One of the UK's longest-serving cabin crew has flown her final flight after a career spanning more than 44 years.
Murray Vows To Give Everything At French Open
If Andy Murray's new-found clay-court prowess is to carry him to a first French Open title on Sunday then he will have to do it the hard way.
The world number two has already taken a somewhat circuitous route into the last four, battling back for five-set wins in the opening two rounds and then digging himself out of another hole against Richard Gasquet in the quarter-finals.
Murray looked in real trouble at a set and 3-1 down in the second-set tie-break but won six straight points and from there raced to a 5-7 7-6 (7/3) 6-0 6-2 victory.
The 29-year-old is through to his 19th grand slam semi-final overall, drawing him level with Stefan Edberg and John McEnroe, and fourth at the French Open, the only tournament at which he is yet to reach the final.
To change that, he will have to end defending champion Stan Wawrinka's winning streak, with the Swiss making it 12 successive victories at Roland Garros by defeating Albert Ramos-Vinolas 6-2 6-1 7-6 (9/7).
And, should Murray make it past Wawrinka, world number one Novak Djokovic is very likely to be waiting in the final.
Murray has never won a set against Wawrinka on clay but they will play for the first time on the surface since the Scot became a real force last year.
Murray came into the tournament on the back of victory over Djokovic to win the Masters tournament in Rome and clearly fancies his chances of lifting the Coupe des Mousquetaires.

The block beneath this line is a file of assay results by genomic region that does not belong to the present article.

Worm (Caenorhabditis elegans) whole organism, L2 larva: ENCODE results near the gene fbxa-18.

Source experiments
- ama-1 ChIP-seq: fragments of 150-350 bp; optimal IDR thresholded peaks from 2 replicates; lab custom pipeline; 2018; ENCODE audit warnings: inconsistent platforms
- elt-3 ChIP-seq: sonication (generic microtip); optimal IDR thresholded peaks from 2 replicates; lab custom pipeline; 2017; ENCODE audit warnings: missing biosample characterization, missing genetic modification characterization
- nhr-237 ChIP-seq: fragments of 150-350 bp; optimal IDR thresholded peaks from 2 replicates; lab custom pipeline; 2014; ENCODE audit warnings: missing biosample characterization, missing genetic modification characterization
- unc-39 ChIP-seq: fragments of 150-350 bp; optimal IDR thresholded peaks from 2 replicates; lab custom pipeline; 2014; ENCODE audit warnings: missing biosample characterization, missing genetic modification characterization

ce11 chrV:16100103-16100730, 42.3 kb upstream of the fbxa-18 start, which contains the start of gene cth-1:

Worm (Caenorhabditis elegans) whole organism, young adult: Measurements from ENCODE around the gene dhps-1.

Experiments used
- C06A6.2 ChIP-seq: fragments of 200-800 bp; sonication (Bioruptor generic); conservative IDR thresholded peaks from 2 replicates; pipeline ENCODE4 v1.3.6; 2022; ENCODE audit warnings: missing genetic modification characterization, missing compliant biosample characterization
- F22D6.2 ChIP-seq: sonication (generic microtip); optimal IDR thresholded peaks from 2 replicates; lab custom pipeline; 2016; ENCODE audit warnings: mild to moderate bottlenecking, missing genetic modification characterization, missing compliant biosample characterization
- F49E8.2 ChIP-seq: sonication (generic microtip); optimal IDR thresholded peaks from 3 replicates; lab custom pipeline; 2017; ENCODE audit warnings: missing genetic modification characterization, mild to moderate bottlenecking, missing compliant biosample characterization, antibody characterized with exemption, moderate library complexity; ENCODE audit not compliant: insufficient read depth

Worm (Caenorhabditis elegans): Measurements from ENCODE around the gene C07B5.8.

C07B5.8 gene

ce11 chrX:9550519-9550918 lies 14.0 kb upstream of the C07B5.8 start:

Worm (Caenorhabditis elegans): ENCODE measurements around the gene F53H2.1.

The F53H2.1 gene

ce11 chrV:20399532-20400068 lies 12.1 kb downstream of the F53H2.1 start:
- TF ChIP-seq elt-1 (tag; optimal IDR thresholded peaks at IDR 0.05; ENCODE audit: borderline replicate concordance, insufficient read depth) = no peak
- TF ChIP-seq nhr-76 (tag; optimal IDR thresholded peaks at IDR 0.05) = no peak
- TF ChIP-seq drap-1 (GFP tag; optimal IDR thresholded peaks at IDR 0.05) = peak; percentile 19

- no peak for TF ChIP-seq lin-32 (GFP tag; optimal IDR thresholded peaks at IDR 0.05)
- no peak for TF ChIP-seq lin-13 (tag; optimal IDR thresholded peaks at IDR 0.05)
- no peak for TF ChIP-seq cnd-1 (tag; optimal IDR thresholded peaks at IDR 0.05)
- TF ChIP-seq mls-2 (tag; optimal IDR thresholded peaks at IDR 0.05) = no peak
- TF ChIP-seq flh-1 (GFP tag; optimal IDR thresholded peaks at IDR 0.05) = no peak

He said: "Last year was similar. I came in not having lost on the clay and played some really good tennis. I believe I can win the event. Whether I do or not, we'll have to wait and see.
"But I believe it's possible and it's only a couple of matches away now. I'll just give everything I've got over the next few days.''
All looked serene for Murray at 5-2 in the opening set against last French hope Gasquet but from there he lost five straight games before being pegged back from the same position in set two.
This time it went to a tie-break and, after double-faulting to trail 3-1, Murray was staring at a two-set deficit, but, as he invariably does, he found the shots he needed at just the right time to battle back.
The silence was deafening after Murray won the tie-break, but he said: "I have played in worse atmospheres. For sure the crowd were behind him, but it wasn't too bad.
"I was creating a lot of chances and I wasn't taking them. That stretch of five or six points was huge from 3-1. Those points changed the match.''
Murray and Wawrinka avoided the worst of the weather disruption and will have a day off on Thursday while the top half of the draw play catch-up.
Djokovic faces Tomas Berdych and David Goffin meets Dominic Thiem, with the winners having to play again on Friday.
It is the same situation for defending women's champion Serena Williams, who plays Yulia Putintseva, while eighth seed Timea Bacsinszky takes on Kiki Bertens.
Laser attacks at Glasgow Airport have almost doubled in a year, posing a "real threat to flight safety'', a pilots' association has warned.
A public consultation has been launched on the future of policing in Scotland over the next decade.
MSPs looking into the sporting legacy of the 2014 Commonwealth Games are carrying out a series of research visits across Scotland this week.
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